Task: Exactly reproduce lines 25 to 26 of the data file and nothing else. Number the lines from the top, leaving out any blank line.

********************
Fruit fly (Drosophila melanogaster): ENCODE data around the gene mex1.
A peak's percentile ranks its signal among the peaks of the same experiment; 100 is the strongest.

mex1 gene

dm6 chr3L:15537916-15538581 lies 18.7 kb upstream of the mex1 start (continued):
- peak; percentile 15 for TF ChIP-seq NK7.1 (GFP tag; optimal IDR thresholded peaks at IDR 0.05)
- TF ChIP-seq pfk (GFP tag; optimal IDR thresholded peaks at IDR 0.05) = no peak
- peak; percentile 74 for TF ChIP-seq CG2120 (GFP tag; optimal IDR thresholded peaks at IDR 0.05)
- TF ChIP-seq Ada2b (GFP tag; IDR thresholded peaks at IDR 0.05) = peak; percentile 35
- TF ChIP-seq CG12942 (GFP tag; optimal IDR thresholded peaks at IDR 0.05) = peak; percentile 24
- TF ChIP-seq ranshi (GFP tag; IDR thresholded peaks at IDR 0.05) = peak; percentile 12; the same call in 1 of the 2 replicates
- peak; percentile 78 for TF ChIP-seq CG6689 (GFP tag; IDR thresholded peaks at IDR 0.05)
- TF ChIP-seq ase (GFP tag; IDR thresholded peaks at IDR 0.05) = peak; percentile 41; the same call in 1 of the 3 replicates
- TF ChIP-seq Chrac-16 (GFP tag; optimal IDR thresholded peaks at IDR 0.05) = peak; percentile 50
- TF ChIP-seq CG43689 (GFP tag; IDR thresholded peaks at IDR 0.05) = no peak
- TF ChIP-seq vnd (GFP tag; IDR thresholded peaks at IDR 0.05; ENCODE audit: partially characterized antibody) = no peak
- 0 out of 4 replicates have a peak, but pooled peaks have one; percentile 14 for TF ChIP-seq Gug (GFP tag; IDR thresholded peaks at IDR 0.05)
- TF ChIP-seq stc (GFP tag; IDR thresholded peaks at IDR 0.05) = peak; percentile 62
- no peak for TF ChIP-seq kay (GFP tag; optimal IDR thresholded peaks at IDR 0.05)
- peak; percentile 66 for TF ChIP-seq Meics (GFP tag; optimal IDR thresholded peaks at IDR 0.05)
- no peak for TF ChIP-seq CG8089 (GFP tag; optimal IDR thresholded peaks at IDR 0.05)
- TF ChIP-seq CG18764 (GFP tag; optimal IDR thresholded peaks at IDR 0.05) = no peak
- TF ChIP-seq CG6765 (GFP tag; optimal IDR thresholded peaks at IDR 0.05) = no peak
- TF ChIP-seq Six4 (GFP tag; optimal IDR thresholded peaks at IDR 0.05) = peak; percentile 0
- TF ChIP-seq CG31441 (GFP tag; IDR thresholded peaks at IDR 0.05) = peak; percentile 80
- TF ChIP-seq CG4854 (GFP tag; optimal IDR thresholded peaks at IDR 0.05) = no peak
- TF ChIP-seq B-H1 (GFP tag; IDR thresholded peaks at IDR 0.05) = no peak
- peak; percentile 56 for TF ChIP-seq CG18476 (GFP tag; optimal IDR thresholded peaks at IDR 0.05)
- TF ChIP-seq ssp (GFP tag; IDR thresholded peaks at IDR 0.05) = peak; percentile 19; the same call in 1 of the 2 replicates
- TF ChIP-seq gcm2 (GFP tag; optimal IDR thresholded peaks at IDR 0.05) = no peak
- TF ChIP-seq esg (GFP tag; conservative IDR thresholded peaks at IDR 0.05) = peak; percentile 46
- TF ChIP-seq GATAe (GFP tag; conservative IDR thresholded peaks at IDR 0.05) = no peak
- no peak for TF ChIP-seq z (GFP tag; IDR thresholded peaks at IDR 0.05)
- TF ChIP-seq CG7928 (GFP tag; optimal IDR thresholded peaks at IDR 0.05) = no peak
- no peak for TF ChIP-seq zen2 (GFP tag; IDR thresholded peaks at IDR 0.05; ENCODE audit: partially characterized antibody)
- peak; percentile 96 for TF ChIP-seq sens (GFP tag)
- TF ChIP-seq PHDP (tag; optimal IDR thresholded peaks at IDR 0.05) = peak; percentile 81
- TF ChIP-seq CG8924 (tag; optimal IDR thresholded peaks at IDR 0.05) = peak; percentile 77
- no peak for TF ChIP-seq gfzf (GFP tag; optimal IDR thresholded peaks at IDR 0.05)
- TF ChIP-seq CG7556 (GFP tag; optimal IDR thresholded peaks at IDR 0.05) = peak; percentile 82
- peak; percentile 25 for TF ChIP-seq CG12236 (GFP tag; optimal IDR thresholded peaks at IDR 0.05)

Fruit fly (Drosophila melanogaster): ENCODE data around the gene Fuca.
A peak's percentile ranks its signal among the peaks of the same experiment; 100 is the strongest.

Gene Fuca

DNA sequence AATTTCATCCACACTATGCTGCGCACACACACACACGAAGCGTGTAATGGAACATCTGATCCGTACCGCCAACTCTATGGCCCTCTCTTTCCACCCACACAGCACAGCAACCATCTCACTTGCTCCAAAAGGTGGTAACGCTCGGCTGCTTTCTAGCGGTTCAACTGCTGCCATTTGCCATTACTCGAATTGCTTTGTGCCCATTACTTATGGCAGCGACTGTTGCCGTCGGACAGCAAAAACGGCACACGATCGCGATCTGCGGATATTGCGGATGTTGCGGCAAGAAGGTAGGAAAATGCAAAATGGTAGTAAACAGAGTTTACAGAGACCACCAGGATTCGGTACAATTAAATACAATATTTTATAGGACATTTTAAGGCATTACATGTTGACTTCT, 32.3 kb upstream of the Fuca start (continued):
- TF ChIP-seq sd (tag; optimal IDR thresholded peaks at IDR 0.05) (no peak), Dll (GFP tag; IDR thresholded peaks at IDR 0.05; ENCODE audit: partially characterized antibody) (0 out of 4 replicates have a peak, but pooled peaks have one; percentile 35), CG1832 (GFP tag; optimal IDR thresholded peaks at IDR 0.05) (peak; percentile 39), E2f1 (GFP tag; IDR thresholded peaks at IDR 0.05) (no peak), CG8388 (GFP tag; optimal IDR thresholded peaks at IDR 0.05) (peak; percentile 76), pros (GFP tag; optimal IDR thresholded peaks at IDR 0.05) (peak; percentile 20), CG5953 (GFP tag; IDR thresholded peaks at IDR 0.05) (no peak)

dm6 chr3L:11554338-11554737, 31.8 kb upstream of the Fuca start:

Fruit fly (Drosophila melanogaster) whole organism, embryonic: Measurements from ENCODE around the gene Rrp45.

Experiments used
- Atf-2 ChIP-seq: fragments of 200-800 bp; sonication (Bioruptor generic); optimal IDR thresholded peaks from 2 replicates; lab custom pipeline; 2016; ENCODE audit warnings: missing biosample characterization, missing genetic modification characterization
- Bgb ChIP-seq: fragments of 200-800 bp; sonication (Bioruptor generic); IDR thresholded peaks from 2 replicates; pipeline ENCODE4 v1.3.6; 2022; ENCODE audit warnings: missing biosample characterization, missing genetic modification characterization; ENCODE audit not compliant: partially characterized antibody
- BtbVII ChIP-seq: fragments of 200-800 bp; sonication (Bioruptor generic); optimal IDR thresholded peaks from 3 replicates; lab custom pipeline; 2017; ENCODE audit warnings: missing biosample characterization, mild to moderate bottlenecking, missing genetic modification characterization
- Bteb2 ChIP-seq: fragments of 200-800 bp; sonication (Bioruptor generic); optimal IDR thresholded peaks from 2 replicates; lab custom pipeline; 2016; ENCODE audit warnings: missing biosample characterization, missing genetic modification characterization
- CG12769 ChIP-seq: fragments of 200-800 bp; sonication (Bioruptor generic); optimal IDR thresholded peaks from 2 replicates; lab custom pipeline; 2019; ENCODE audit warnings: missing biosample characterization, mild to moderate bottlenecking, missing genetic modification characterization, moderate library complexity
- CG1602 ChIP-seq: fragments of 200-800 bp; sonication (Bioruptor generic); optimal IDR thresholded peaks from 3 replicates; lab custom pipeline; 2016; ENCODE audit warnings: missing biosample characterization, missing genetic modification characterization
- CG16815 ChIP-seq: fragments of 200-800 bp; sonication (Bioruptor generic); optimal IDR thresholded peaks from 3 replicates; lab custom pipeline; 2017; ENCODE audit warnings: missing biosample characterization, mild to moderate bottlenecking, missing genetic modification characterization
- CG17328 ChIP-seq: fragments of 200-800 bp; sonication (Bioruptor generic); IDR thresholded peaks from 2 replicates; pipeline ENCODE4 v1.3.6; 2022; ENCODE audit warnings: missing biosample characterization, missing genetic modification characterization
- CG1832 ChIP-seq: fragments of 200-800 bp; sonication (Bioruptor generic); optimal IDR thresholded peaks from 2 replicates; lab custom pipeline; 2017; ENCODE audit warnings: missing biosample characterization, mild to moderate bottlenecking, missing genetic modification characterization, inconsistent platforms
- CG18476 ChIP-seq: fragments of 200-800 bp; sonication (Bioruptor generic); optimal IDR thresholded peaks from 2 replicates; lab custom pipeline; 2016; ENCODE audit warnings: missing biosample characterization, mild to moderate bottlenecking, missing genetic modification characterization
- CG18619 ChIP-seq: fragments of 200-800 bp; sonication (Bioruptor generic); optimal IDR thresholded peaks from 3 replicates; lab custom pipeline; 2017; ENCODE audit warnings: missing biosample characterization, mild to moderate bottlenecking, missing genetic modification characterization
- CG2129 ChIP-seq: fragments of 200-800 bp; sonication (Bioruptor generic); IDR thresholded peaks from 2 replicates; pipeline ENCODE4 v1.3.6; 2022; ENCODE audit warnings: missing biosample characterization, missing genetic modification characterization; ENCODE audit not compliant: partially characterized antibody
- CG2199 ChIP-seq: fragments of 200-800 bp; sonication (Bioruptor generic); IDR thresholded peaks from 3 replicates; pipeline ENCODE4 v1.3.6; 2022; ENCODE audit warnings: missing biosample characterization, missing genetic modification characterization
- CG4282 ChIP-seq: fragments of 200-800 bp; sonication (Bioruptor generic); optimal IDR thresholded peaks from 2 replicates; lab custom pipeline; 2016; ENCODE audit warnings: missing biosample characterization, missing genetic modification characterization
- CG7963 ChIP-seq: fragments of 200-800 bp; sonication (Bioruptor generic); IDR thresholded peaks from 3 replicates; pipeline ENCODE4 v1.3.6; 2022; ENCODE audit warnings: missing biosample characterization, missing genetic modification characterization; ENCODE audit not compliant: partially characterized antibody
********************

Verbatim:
- TF ChIP-seq CG4854 (GFP tag; optimal IDR thresholded peaks at IDR 0.05) = no peak
- TF ChIP-seq B-H1 (GFP tag; IDR thresholded peaks at IDR 0.05) = no peak